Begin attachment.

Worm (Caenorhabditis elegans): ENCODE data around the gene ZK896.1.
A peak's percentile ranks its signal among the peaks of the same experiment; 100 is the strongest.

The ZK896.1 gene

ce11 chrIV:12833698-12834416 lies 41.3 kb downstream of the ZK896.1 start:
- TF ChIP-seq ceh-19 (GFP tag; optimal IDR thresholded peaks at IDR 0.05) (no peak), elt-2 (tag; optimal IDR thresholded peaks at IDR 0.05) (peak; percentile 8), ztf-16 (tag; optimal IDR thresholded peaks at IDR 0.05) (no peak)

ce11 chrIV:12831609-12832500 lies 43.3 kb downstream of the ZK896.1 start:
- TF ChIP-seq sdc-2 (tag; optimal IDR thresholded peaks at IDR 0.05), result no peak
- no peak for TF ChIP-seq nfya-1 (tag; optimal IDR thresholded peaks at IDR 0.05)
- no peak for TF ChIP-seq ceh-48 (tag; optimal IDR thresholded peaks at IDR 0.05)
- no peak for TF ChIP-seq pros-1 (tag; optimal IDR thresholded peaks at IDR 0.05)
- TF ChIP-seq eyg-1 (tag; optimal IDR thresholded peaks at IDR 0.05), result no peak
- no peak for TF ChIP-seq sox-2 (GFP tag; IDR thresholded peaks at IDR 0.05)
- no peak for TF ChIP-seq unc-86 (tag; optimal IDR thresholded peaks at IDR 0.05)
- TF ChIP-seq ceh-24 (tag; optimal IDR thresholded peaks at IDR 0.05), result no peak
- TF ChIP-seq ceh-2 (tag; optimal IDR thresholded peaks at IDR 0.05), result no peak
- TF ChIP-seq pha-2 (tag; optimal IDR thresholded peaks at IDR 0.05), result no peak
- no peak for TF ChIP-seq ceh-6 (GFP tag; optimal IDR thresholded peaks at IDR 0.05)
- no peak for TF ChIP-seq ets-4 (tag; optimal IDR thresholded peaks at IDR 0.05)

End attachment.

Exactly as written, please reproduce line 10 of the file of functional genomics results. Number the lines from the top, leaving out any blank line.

- no peak for TF ChIP-seq pros-1 (tag; optimal IDR thresholded peaks at IDR 0.05)